Saturday, April 25, 2009

Increasing loyalty doesn't need to cost anything

"Spot the differences"

Solitaire is the highest tier in Singapore Airlines' frequent flier programme. Its perks are incredibly popular. I know people who normally fly Economy (which doesn't contribute towards Solitaire qualification - you have to fly Business or First) but throughout the year carefully spend the extra money on a few Business Class flights in order to stay Solitaire. Perks are things like priority seat reservations and luggage handling, access to SIA's First Class lounges all over the world, and the prized First Class check in at Changi Airport (the Ritz Carlton among check ins).

So Singapore Airlines are a textbook example of perfect loyalty managers? Not always. In 2008, for inexplicable reasons, Singapore Airlines removed the number of membership years which until then had adorned each card. It's the easiest thing to do, and it doesn't cost the company a dime. Credit card companies have known this for a long time. It reminds people time and again of the period they've been valued customers, and it provides a subtle but continuous incentive to stay that way and increase the little magic number.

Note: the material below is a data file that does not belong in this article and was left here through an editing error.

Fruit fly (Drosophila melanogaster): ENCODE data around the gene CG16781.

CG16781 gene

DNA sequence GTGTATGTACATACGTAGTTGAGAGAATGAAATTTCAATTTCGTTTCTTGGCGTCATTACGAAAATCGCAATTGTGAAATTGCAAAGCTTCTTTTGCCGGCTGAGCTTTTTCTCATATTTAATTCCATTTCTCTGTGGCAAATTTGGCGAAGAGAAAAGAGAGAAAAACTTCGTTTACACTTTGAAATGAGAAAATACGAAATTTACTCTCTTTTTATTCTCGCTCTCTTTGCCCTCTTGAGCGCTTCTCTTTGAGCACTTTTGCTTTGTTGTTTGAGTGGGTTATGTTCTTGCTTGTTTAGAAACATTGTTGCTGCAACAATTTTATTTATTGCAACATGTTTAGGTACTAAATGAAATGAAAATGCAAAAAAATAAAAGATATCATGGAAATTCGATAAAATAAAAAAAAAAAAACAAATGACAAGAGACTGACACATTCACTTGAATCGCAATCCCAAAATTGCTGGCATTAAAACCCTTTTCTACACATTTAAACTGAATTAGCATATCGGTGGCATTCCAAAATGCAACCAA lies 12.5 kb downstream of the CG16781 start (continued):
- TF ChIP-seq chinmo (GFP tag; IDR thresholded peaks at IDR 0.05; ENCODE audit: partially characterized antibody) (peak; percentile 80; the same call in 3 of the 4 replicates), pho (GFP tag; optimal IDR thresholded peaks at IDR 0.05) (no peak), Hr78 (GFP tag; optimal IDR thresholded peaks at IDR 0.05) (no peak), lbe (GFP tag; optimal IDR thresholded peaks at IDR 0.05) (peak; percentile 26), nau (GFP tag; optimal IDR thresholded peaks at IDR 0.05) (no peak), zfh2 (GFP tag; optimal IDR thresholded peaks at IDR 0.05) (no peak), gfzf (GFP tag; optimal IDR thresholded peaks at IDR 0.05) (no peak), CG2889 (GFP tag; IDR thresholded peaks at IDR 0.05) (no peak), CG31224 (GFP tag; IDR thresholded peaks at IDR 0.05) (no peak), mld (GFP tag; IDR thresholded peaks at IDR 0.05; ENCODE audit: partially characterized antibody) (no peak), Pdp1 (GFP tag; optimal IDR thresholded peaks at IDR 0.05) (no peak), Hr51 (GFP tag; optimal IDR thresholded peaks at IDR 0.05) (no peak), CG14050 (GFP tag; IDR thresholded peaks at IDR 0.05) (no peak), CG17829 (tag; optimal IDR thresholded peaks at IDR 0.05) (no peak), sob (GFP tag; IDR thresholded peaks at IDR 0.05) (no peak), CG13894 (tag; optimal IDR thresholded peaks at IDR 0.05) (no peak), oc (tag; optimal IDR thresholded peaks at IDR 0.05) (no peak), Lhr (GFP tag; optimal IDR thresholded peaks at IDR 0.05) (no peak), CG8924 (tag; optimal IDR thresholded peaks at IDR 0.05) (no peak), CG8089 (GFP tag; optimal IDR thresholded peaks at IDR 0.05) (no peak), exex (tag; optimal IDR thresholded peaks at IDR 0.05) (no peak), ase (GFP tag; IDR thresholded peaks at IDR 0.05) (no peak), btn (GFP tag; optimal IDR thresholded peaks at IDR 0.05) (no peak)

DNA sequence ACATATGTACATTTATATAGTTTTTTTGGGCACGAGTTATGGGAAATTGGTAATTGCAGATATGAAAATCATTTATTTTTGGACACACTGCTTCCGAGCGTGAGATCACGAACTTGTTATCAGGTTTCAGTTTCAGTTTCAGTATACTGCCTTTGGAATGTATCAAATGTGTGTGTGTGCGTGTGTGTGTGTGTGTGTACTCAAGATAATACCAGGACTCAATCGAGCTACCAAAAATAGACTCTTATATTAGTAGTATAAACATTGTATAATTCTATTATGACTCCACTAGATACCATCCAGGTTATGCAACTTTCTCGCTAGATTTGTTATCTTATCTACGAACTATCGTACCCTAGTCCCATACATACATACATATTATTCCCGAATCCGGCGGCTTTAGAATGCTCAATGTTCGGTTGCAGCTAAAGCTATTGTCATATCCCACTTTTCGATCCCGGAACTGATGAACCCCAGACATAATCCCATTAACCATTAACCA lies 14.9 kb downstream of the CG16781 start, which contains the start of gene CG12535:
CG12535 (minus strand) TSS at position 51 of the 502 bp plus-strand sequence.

I just received my new Solitaire card, and I was pleased to see that SIA 1) hasn't thrown away the precious information of their top tier customers' seniority and 2) has put it back where it belongs - on the card.

If you want to increase customer loyalty you don't always need to throw money at it. Common sense helps too.

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